The Commissioner’s decision should be reversed, because the ALJ failed
to afford proper weight to the medical opinion of Dr. Arnold, Ms.
Pierson’s treating physician.
The Commissioner’s decision should be reversed, because the ALJ failed
to issue a proper credibility finding.
(Doc. # 13, Pl’s Br. at 4).
A disability claimant bears the initial burden of demonstrating an inability to return to
her past work. Lucas v. Sullivan, 918 F.2d 1567 (11th Cir. 1990). In determining whether the
claimant has satisfied this burden, the Commissioner is guided by four factors: (1) objective
medical facts or clinical findings, (2) diagnoses of examining physicians, (3) subjective
evidence of pain and disability, e.g., the testimony of the claimant and her family or friends, and
(4) the claimant’s age, education, and work history. Tieniber v. Heckler, 720 F.2d 1251 (11th
Cir. 1983). The ALJ must conscientiously probe into, inquire of and explore all relevant facts
to elicit both favorable and unfavorable facts for review. Cowart v. Schweiker, 662 F.2d 731,
735-36 (11th Cir. 1981). The ALJ must also state, with sufficient specificity, the reasons for his
decision referencing the plaintiff’s impairments.
Any such decision by the Commissioner of Social Security which involves a
determination of disability and which is in whole or in part unfavorable to such
individual shall contain a statement of the case, in understandable language,
setting forth a discussion of the evidence, and stating the Commissioner’s
determination and the reason or reasons upon which it is based.
42 U.S.C. § 405(b)(1) (emphases added).
A. Treating Physician’s Opinion. Pierson argues that the ALJ improperly failed give
her treating physician’s opinion substantial weight about the severity of her functional
limitations. (Pl’s Br. at 6, doc. # 13). On July 27, 2010, Dr. Arnold, a physician at Southern
Family Practice, completed a clinical assessment of pain form describing Pierson’s level of pain.
(R. 274). According to Dr. Arnold, “[p]ain is present to such an extent as to be distracting to
adequate performance of daily work activities.” (Id.) Physical activity will “[g]reatly increase
pain and to such a degree as to cause distract from tasks or total abandonment of task.” (Id.)
Dr. Arnold also completed a physical capacities evaluation in which he opined that Pierson
would be absent from work more than four days a month. (R. 273).
Of course, the law in this circuit is well-settled that the ALJ must accord “substantial
weight” or “considerable weight” to the opinion, diagnosis, and medical evidence of the
claimant’s treating physician unless good cause exists for not doing so. Jones v. Bowen, 810
F.2d 1001, 1005 (11th Cir. 1986); Broughton v. Heckler, 776 F.2d 960, 961 (11th Cir. 1985). The
Commissioner, as reflected in his regulations, also demonstrates a similar preference for the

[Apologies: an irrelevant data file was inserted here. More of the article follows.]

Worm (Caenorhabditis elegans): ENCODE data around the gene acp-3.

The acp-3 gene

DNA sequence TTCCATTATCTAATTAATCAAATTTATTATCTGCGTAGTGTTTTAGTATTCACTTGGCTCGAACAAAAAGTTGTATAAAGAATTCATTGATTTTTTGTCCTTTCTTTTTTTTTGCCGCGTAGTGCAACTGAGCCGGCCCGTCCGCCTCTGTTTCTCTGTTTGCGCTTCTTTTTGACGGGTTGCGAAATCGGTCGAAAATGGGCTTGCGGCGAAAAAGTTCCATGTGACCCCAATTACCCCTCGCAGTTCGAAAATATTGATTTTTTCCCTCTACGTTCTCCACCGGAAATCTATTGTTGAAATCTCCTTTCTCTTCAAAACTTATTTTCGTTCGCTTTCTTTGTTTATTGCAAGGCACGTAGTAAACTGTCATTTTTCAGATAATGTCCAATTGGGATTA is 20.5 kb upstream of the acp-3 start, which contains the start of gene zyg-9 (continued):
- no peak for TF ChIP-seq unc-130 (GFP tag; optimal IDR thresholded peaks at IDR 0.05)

opinion of treating physicians.
Generally, we give more weight to opinions from your treating sources, since
these sources are likely to be the medical professionals most able to provide a
detailed, longitudinal picture of your medical impairment(s) and may bring a
unique perspective to the medical evidence that cannot be obtained from the
objective medical findings alone or from reports of individual examinations, such
as consultive examinations or brief hospitalizations.
Lewis v. Callahan, 125 F.3d 1436, 1440 (11th Cir. 1997) (citing 20 CFR § 404.1527 (d)(2)).
The ALJ’s failure to give considerable weight to the treating physician’s opinion is reversible
error. Broughton, 776 F.2d at 961-2.
However, there are limited circumstances when the ALJ can disregard the treating
physician’s opinion. The requisite “good cause” for discounting a treating physician’s opinion
may exist where the opinion is not supported by the evidence, or where the evidence supports
a contrary finding. See Schnorr v. Bowen, 816 F.2d 578, 582 (11th Cir. 1987). Good cause may
also exist where a doctor’s opinions are merely conclusory, inconsistent with the doctor’s
medical records, or unsupported by objective medical evidence. See Jones v. Dep’t. of Health
& Human Servs., 941 F.2d 1529, 1532-33 (11th Cir. 1991); Edwards v. Sullivan, 937 F.2d 580,
584-85 (11th Cir. 1991); Johns v. Bowen, 821 F.2d 551, 555 (11th Cir. 1987). The weight
afforded to a physician’s conclusory statements depends upon the extent to which they are
supported by clinical or laboratory findings and are consistent with other evidence of the
claimant’s impairment. Wheeler v. Heckler, 784 F.2d 1073, 1075 (11th Cir. 1986). The ALJ
“may reject the opinion of any physician when the evidence supports a contrary conclusion.”
Bloodsworth v. Heckler, 703 F.2d 1233, 1240 (11th Cir. 1983). The ALJ must articulate the
weight given to a treating physician’s opinion and must articulate any reasons for discounting
the opinion. Schnorr, 816 F.2d at 581.
After reviewing all the medical records, the ALJ gave the opinion of Dr. Arnold “less
weight” because “the medical records do not support such restrictive limitations and his
opinions are not consistent with the medical record as a whole.” (R. 19) Pierson argues that
Dr. Arnold’s opinion should be accorded substantial weight because she sought medical